jury convicts chemist of possessing cyanide
KANSAS CITY, Mo. – Beth Phillips, United States Attorney for the Western District of Missouri, announced that an Independence, Mo., man was convicted by a federal jury today of illegally possessing potassium cyanide.
Hessam S. Ghane, 60, of Independence, Mo., was found guilty of the charge contained in a May 15, 2003, federal indictment. Ghane is a naturalized citizen from Iran. A chemist with a Ph.D., he was employed with the U. S. Army Corps of Engineers until 1993, and taught chemistry at Maple Woods Community College in 1996 and 1997.
Evidence presented during the trial indicated that Ghane unlawfully possessed 177 grams of potassium cyanide, a highly toxic chemical that is fatal in even small doses. The government alleged that Ghane possessed the chemical, which would be a sufficient amount to kill several hundred people, either to commit suicide or to harm federal employees.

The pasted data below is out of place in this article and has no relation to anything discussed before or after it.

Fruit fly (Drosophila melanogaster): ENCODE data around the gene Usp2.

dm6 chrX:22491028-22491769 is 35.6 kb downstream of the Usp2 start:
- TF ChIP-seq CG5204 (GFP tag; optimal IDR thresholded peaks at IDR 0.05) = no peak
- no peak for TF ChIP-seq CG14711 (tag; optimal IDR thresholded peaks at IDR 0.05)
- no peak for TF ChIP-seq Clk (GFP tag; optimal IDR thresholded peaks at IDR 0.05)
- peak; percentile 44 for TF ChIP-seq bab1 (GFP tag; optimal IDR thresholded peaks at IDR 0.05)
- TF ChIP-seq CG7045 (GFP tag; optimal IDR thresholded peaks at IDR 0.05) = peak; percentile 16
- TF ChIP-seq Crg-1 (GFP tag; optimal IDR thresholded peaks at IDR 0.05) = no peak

Independence, Mo., police officers discovered the potassium cyanide under Ghane’s kitchen sink while executing a search warrant at his apartment on Feb. 5, 2003. Ghane had told an emergency room physician about the chemical when he was transported to Overland Park Regional Hospital a day earlier after calling a suicide hot line.
Following the presentation of evidence, the jury in the U.S. District Court in Kansas City deliberated about two hours before returning the guilty verdict to U.S. District Chief Judge Kathryn H. Vratil of the District of Kansas, ending a trial that began Monday, Nov. 29, 2010.
The case is being prosecuted by Assistant U.S. Attorney D. Michael Green. It was investigated by the Federal Bureau of Investigation and the Independence, Mo., Police Department.
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